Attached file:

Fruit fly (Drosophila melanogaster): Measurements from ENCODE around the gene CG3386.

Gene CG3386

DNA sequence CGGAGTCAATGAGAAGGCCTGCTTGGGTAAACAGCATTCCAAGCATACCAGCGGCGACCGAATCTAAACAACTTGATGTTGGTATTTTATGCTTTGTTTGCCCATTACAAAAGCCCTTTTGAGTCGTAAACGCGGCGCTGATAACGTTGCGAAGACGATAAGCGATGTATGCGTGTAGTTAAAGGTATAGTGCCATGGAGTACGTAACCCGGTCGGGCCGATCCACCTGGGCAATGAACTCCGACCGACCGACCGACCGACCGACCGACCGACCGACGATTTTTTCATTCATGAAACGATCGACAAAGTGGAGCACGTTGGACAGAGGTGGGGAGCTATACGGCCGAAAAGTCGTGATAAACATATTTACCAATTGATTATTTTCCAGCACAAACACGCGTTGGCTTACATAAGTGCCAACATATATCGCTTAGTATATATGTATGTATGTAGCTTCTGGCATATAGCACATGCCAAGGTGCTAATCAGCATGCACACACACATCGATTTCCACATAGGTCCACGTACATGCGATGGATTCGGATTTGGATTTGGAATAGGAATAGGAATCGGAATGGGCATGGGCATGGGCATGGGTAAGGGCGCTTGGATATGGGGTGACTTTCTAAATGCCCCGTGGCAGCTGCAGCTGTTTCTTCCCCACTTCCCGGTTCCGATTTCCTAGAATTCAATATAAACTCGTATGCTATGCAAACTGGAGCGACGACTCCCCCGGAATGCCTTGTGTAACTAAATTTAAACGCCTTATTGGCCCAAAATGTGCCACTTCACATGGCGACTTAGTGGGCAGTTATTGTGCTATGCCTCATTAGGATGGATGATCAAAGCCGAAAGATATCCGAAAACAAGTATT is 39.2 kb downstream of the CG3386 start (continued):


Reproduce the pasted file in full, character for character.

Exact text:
Fruit fly (Drosophila melanogaster): Measurements from ENCODE around the gene CG3386.

Gene CG3386

DNA sequence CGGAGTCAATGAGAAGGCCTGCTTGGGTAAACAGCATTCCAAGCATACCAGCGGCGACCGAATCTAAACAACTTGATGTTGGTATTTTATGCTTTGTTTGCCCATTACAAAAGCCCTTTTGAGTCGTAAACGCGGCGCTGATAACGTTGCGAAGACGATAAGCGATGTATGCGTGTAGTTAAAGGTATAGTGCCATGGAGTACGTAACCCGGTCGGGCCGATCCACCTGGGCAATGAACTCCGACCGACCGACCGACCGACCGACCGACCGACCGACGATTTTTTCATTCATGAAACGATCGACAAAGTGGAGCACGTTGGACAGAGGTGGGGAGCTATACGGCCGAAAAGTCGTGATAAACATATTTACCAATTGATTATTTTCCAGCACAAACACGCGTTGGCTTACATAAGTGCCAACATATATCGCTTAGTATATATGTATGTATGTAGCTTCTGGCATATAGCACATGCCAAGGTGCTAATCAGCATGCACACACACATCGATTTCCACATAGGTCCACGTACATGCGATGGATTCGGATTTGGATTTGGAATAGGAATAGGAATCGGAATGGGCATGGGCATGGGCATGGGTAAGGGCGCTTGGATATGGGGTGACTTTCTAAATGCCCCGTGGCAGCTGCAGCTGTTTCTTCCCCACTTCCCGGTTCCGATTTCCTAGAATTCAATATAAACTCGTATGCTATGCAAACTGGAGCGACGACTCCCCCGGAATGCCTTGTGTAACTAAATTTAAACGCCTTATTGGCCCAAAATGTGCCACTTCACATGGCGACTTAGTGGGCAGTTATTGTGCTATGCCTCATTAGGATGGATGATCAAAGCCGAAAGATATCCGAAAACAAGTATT is 39.2 kb downstream of the CG3386 start (continued):